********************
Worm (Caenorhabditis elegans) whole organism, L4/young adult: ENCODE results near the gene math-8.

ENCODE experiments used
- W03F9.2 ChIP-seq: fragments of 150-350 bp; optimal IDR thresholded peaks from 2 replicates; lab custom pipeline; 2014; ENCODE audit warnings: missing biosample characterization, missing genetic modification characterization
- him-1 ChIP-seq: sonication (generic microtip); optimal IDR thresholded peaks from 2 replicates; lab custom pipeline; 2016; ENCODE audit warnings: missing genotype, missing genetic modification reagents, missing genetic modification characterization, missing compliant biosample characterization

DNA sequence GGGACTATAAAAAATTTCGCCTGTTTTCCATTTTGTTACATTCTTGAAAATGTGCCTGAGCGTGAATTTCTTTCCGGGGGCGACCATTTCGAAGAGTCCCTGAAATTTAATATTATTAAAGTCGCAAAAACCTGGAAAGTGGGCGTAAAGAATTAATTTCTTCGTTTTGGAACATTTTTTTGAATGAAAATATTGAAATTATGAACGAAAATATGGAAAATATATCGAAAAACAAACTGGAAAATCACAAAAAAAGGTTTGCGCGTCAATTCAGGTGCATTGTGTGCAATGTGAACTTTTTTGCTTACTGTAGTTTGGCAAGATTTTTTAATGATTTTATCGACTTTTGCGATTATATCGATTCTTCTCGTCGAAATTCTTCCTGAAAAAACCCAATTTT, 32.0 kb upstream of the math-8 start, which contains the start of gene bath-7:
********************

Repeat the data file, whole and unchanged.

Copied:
Worm (Caenorhabditis elegans) whole organism, L4/young adult: ENCODE results near the gene math-8.

ENCODE experiments used
- W03F9.2 ChIP-seq: fragments of 150-350 bp; optimal IDR thresholded peaks from 2 replicates; lab custom pipeline; 2014; ENCODE audit warnings: missing biosample characterization, missing genetic modification characterization
- him-1 ChIP-seq: sonication (generic microtip); optimal IDR thresholded peaks from 2 replicates; lab custom pipeline; 2016; ENCODE audit warnings: missing genotype, missing genetic modification reagents, missing genetic modification characterization, missing compliant biosample characterization

DNA sequence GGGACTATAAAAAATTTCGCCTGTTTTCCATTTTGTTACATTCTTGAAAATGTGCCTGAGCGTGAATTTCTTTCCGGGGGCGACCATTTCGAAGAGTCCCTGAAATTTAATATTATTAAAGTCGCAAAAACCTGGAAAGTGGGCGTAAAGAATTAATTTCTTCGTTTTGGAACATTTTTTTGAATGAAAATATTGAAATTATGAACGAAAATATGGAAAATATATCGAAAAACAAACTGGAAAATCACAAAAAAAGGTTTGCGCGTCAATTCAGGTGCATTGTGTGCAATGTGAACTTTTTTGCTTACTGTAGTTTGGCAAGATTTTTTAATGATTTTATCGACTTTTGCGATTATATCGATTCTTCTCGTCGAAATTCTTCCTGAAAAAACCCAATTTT, 32.0 kb upstream of the math-8 start, which contains the start of gene bath-7: